The Gulf states  are of considerable political and geopolitical significance for Belgium and the EU. They are situated in a region beset by major conflicts (Syria, Yemen, etc.) and tensions, particularly with regional superpower Iran. It is important to bear in mind that they are more diverse than one might think. Take the serious internal crisis that occurred at the GCC (see box) between 2017 and 2021.

It is therefore very important for the EU and its Member States to maintain close dialogue and fruitful cooperation with these states. The stability of the Gulf region and beyond, the search for resolution to its many conflicts, the joint fight against terror and extremism, and support for multilateralism are just some of the many topics high on the agenda.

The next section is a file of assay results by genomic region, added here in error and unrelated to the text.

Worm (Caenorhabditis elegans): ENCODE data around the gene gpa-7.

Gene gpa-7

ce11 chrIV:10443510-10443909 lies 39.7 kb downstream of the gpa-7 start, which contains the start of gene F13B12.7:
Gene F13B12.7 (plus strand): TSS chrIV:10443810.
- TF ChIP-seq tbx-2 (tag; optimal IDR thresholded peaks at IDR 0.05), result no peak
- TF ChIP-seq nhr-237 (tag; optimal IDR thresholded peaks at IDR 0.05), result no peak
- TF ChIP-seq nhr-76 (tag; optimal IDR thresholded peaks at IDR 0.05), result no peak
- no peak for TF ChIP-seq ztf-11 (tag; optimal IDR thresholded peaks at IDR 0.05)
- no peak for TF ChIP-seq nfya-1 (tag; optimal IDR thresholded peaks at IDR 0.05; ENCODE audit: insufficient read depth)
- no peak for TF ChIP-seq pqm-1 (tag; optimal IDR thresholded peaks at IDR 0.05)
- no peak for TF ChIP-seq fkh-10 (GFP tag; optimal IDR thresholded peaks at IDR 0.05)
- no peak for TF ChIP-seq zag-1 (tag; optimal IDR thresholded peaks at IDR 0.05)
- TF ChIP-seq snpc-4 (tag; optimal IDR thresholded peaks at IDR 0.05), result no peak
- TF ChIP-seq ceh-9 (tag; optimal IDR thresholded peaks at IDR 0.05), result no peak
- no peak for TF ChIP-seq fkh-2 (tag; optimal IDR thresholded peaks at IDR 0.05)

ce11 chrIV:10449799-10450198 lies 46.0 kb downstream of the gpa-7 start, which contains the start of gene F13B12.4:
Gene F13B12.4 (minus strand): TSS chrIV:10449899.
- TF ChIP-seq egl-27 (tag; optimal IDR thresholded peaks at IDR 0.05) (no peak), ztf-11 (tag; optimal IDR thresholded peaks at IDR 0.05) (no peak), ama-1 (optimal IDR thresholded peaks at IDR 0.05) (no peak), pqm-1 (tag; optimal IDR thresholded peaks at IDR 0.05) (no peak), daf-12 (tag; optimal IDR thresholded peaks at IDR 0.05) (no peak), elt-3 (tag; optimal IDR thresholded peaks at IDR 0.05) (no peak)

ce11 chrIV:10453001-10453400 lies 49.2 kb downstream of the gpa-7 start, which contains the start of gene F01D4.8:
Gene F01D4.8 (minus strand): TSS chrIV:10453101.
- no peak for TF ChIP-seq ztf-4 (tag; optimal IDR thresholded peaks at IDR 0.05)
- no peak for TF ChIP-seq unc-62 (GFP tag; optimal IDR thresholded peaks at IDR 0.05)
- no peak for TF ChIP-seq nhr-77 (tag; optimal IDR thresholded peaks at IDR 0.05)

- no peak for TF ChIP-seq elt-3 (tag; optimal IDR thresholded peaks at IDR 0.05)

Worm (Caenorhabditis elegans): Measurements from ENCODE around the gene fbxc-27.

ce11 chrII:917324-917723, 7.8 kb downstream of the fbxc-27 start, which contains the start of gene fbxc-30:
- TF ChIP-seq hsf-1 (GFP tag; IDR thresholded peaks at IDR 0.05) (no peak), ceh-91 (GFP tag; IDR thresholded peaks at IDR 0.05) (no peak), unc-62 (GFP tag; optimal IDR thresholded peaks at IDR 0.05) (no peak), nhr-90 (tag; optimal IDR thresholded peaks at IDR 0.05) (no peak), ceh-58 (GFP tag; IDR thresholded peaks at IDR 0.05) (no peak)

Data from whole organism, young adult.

Human rights - a central theme of Belgian diplomacy - also form an important part of our political dialogue with countries in the region. Issues such as the death penalty, women's rights, the rights of migrant workers and freedom of expression are raised at every level. 

Burj Khalifa

View of Dubai, with the Burj Khalifa in the middle, the world's tallest skyscraper, co-produced by the Belgian company BESIX. © Shutterstock

Economic Significance

From an economic perspective, the region has for decades been of great importance due to its oil and gas production. Accounting for more than half of public funds, the Gulf states still rely heavily on oil and gas revenues. However, they are equally aware of the need to diversify their economies.

This much-needed diversification requires, among other things, an overhaul of education and training, along with a greater role for women within the economy and wider society. Providing enough jobs for their very young populations is also often proving a challenge. All these elements have resulted in the Gulf states currently undergoing profound social transformations.